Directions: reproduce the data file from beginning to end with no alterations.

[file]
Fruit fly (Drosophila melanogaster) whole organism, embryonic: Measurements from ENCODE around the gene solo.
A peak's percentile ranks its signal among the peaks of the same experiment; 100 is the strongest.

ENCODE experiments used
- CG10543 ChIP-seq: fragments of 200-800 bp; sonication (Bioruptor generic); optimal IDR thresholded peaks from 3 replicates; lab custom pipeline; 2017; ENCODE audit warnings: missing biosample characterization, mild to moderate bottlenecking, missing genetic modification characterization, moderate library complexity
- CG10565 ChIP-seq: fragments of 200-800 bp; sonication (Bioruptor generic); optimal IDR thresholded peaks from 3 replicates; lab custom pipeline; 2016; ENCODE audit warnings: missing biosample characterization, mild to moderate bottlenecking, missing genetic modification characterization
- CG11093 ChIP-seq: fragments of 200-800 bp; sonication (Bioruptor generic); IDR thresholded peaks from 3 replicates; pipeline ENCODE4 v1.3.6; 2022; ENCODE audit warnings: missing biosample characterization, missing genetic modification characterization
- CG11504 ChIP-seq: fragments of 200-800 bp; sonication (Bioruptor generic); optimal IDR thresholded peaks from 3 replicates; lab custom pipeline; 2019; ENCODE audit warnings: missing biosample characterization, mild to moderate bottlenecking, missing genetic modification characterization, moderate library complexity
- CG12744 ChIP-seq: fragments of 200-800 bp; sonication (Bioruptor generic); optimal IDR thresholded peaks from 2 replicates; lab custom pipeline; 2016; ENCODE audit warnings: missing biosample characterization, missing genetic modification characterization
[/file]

Fruit fly (Drosophila melanogaster) whole organism, embryonic: Measurements from ENCODE around the gene solo.
A peak's percentile ranks its signal among the peaks of the same experiment; 100 is the strongest.

ENCODE experiments used
- CG10543 ChIP-seq: fragments of 200-800 bp; sonication (Bioruptor generic); optimal IDR thresholded peaks from 3 replicates; lab custom pipeline; 2017; ENCODE audit warnings: missing biosample characterization, mild to moderate bottlenecking, missing genetic modification characterization, moderate library complexity
- CG10565 ChIP-seq: fragments of 200-800 bp; sonication (Bioruptor generic); optimal IDR thresholded peaks from 3 replicates; lab custom pipeline; 2016; ENCODE audit warnings: missing biosample characterization, mild to moderate bottlenecking, missing genetic modification characterization
- CG11093 ChIP-seq: fragments of 200-800 bp; sonication (Bioruptor generic); IDR thresholded peaks from 3 replicates; pipeline ENCODE4 v1.3.6; 2022; ENCODE audit warnings: missing biosample characterization, missing genetic modification characterization
- CG11504 ChIP-seq: fragments of 200-800 bp; sonication (Bioruptor generic); optimal IDR thresholded peaks from 3 replicates; lab custom pipeline; 2019; ENCODE audit warnings: missing biosample characterization, mild to moderate bottlenecking, missing genetic modification characterization, moderate library complexity
- CG12744 ChIP-seq: fragments of 200-800 bp; sonication (Bioruptor generic); optimal IDR thresholded peaks from 2 replicates; lab custom pipeline; 2016; ENCODE audit warnings: missing biosample characterization, missing genetic modification characterization